Comedian Frank Skinner has been awarded an MBE for services to entertainment, but said he did not tell his loved ones of the honour because he thought it ‘might be some sort of administrative error’.
The 65-year-old – whose real name is Christopher Collins – became a household name as half of a comedy duo alongside David Baddiel.
Stephen Graham, 49, is well known for starring roles in Line of Duty, This is England, and Snatch. He won an International Emmy for care-home drama Help, and a Bafta for hard-hitting prison drama Time alongside Sean Bean. He was been awarded an OBE for services to drama
In sport, athletics legend Denise Lewis is made a dame for services to sport, while Liverpool and Scotland defender Andy Robertson and former footballer-turned-pundit Chris Kamara both receive MBEs for services to football and charity. Olympic gold medallist and BBC pundit Lewis said she had not stopped smiling since receiving the news of her damehood, describing it as ‘an incredible honour’. The 50-year-old soared to prominence after winning heptathlon gold at the 2000 Sydney Olympics.
She said: ‘I was endeared into the nation at that time, and it’s almost like going full circle having this damehood 22 years after that performance. It’s very emotional.’
She is joined on the New Year Honours list by former world champion Lizzie Deignan (nee Armitstead), 34 – who receives an MBE for services to cycling, and ex-Northern Ireland, Tottenham and Arsenal goalkeeper Pat Jennings, 77, who has been awarded a CBE for services to football and charity.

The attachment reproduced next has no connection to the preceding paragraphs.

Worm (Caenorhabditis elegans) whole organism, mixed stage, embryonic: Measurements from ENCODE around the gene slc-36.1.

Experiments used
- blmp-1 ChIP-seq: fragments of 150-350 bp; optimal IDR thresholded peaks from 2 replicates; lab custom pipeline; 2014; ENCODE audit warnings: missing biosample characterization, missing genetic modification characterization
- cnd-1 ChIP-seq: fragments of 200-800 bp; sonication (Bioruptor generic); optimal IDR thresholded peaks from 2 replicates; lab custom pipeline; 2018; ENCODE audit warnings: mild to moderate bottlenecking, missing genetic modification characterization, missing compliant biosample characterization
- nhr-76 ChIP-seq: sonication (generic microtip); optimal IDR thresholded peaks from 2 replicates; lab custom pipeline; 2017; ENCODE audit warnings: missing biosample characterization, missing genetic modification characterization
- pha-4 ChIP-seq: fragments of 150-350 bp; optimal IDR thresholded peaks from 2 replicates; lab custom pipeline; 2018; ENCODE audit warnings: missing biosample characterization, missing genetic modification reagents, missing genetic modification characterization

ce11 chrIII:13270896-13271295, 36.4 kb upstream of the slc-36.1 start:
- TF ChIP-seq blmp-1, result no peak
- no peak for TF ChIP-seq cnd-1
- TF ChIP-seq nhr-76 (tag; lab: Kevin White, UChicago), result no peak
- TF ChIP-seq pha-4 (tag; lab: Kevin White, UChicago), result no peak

Fashion designer Dame Mary Quant at the Courthouse Hotel, London. She is appointed a Companion of Honour, a prestigious award given to those who have made a long-standing contribution to arts, science, medicine or government
Four members of England’s triumphant women’s Euro 2022 squad and their coach are also recognised.
Former Countdown star Rachel Riley, 36, is among many prominent campaigners honoured for efforts to raise awareness of the Holocaust and combat anti-Semitism.
She receives an MBE, having been a vocal critic of Labour’s handling of anti-Semitism and of Jeremy Corbyn’s conduct while leader.
Chief Rabbi Ephraim Mirvis, 66, warned that global anti-Semitism was ‘on the rise’ after receiving a knighthood for services to the Jewish community, interfaith relations and education.
He said comments and actions by high-profile figures such as rapper Kanye West ‘do make a very significant mark and we shouldn’t be silent in the wake of such comments and actions’.
Veteran journalists Anne Diamond was also given an OBE. The GB News host has been commended for services to public health and charity
Veteran journalists Anne Diamond and John Suchet have both been given OBEs.
GB News host Diamond, 68, has been commended for services to public health and charity, for her efforts to raise awareness of cot death after she and her then-husband Mike Hollingsworth lost their son Sebastian to sudden infant death syndrome in 1990.
Former ITN broadcaster Suchet, 78, is an ambassador for the Alzheimer’s Society and is also recognised for his services to charity.
Virginia McKenna, the 91-year-old actress and co-founder of the Born Free Foundation, has been made a dame.
BBC Radio 2 presenter DJ Spoony, 52, whose real name is Johnathan Joseph, receives a British Empire Medal for his charity fundraising during the Covid pandemic.